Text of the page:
Glencore’s headquarters are in the Swiss canton of Zug, but it is not clear that the matter can be brought before a court there either.

“As far as company liability is concerned, Swiss legislation is still very conservative,” says lawyer François Membrez, who has carried out a study on the issue for Swiss NGOs. “There are no provisions forcing multinationals and their managers to respect human and environmental rights when they are operating abroad through subsidiaries.”

“It is possible under civil law to take a company to court, but the law makes a very clear distinction between the mother company and the subsidiaries, on the basis of the principle of the separation of the legal personality.”

This means that a Swiss court cannot rule on cases of suspected violations committed by companies in the DRC even where Glencore is the majority shareholder.

François Membrez finds this separation outdated.

“Multinationals today operate more and more via a huge network of subsidiaries abroad and exploit the lack of legal clarity to push things to the limit, even beyond legal limits,” he says.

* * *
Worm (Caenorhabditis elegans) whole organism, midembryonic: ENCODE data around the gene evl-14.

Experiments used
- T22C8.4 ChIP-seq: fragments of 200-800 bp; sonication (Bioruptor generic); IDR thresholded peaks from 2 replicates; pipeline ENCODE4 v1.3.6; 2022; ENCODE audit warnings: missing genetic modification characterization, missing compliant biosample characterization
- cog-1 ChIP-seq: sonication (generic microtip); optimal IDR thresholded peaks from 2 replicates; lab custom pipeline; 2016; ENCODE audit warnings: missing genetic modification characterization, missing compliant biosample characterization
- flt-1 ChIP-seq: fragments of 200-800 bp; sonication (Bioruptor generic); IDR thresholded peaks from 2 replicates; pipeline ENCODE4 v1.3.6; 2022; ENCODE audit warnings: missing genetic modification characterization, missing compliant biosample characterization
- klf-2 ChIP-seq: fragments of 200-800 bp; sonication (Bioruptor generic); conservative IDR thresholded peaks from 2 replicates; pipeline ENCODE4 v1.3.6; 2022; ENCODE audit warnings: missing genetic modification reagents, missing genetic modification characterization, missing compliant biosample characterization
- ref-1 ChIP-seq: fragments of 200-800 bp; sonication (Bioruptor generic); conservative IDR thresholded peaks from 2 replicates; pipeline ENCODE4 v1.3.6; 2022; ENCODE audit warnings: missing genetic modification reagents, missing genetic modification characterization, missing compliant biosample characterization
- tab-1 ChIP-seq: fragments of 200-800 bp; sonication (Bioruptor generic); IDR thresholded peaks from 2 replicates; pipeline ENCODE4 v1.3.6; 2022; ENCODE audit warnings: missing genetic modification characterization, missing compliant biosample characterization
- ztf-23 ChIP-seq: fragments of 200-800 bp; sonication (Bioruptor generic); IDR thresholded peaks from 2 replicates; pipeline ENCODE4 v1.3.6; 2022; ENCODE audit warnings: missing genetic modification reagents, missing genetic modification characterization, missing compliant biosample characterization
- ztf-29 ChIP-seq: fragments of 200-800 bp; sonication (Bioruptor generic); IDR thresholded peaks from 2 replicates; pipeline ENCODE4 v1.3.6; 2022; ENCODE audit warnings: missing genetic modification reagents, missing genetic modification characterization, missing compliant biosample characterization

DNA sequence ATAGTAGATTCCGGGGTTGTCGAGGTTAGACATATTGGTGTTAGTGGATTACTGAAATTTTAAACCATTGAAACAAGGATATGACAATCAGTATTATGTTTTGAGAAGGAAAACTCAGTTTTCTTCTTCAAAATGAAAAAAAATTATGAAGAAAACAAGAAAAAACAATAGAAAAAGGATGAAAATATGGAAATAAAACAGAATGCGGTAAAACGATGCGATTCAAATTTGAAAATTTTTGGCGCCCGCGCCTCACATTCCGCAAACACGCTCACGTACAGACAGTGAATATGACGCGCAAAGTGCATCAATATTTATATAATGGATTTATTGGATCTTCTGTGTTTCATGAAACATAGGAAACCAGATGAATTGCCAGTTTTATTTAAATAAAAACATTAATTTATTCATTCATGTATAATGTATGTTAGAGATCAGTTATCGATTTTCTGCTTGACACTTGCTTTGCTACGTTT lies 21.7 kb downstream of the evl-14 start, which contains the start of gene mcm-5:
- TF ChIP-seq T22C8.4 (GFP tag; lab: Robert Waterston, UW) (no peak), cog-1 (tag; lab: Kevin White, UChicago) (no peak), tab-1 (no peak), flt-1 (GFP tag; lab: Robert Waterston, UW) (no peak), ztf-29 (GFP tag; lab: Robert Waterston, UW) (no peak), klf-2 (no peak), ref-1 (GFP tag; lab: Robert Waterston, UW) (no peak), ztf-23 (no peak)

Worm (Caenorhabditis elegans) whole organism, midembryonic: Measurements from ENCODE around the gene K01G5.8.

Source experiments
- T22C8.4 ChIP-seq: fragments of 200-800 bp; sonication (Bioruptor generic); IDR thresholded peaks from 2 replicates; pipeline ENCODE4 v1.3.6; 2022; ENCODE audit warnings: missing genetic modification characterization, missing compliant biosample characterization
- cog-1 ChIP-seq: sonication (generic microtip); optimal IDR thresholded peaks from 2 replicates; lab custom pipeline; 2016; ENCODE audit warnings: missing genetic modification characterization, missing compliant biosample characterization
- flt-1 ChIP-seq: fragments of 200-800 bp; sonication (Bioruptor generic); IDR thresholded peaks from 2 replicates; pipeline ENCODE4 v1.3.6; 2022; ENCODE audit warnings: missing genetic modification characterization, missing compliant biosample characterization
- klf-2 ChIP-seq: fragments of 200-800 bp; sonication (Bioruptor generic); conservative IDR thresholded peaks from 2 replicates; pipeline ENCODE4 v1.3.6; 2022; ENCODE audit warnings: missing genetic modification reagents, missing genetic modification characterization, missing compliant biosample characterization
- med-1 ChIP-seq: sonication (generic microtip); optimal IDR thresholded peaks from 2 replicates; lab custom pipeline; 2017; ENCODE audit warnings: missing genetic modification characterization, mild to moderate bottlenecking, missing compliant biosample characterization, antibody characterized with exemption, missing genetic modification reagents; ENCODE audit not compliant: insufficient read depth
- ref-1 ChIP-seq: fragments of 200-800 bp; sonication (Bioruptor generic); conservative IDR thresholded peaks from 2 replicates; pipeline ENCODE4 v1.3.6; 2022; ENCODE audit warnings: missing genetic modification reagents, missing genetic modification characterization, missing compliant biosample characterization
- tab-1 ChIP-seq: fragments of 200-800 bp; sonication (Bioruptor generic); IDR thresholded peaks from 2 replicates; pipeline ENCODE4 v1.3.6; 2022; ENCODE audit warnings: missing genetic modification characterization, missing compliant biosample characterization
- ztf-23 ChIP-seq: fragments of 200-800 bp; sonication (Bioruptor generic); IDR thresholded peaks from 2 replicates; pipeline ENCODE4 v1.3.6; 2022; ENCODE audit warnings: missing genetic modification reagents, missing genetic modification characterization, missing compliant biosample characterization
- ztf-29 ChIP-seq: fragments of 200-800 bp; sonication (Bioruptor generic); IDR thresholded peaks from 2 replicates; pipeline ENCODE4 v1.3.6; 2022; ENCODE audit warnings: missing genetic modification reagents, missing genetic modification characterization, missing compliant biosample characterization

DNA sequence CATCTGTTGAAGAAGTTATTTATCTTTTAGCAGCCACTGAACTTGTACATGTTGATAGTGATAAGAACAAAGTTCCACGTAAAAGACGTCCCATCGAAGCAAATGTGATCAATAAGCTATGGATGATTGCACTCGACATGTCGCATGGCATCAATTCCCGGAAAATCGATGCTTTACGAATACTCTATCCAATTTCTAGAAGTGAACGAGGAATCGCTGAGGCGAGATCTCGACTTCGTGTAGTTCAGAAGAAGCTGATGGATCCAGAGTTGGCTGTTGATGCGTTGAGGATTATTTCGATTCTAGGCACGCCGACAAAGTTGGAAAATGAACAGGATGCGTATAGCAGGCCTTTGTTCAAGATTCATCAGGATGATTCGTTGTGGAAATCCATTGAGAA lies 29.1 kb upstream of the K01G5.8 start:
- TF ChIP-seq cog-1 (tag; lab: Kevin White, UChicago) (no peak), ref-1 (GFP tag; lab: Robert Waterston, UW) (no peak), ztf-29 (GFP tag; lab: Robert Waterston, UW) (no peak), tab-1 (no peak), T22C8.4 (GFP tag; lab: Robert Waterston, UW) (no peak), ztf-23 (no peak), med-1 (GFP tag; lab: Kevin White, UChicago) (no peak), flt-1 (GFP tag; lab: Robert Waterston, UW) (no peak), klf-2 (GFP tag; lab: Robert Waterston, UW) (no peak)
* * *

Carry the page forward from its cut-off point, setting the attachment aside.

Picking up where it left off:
But if there is practically no room for manœuvre as far as a civil suit is concerned, the Swiss penal code does now include the possibility, introduced in 2003, of bringing charges against a company – but only if the individual responsible for the alleged criminal acts cannot be identified. 

“This is a very restrictive condition, and not very satisfactory,” Peyer commented.

“Article 102 provides for penalties of up to SFr5 million ($5.4 million) for violations committed abroad by the subsidiaries of a multinational,” Membrez explained. “But the law only mentions crimes that are particularly serious at an international level, like terrorism or money laundering. It doesn’t say anything about violations of human or environmental rights.”

Pressure for change

A case filed against Nestlé and several of its managers at the beginning or March could set a precedent. The company is accused of complicity in the killing of Luciano Moreno, a former employee of Nestlé subsidiary Cicolac in Colombia. The case, brought by Swiss lawyers on behalf of a Colombian trade union and a German NGO, is currently being considered by the public prosecutor in canton Zug.